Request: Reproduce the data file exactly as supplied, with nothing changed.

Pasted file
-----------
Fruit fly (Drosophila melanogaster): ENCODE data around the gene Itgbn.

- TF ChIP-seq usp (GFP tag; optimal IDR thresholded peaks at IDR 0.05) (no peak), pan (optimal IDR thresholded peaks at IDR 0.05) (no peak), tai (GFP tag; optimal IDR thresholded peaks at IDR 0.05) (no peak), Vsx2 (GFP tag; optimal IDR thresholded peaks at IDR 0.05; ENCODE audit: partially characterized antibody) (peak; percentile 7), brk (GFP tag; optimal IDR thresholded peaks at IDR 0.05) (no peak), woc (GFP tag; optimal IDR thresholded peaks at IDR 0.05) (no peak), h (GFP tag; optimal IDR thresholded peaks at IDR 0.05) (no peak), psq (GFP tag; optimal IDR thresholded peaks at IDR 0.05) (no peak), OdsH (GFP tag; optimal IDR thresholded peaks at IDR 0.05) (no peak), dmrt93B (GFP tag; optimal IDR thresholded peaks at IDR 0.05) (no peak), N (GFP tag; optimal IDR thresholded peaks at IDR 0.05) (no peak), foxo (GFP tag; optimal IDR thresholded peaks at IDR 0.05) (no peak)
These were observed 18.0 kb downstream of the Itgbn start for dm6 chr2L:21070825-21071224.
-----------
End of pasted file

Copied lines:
Fruit fly (Drosophila melanogaster): ENCODE data around the gene Itgbn.

- TF ChIP-seq usp (GFP tag; optimal IDR thresholded peaks at IDR 0.05) (no peak), pan (optimal IDR thresholded peaks at IDR 0.05) (no peak), tai (GFP tag; optimal IDR thresholded peaks at IDR 0.05) (no peak), Vsx2 (GFP tag; optimal IDR thresholded peaks at IDR 0.05; ENCODE audit: partially characterized antibody) (peak; percentile 7), brk (GFP tag; optimal IDR thresholded peaks at IDR 0.05) (no peak), woc (GFP tag; optimal IDR thresholded peaks at IDR 0.05) (no peak), h (GFP tag; optimal IDR thresholded peaks at IDR 0.05) (no peak), psq (GFP tag; optimal IDR thresholded peaks at IDR 0.05) (no peak), OdsH (GFP tag; optimal IDR thresholded peaks at IDR 0.05) (no peak), dmrt93B (GFP tag; optimal IDR thresholded peaks at IDR 0.05) (no peak), N (GFP tag; optimal IDR thresholded peaks at IDR 0.05) (no peak), foxo (GFP tag; optimal IDR thresholded peaks at IDR 0.05) (no peak)
These were observed 18.0 kb downstream of the Itgbn start for dm6 chr2L:21070825-21071224.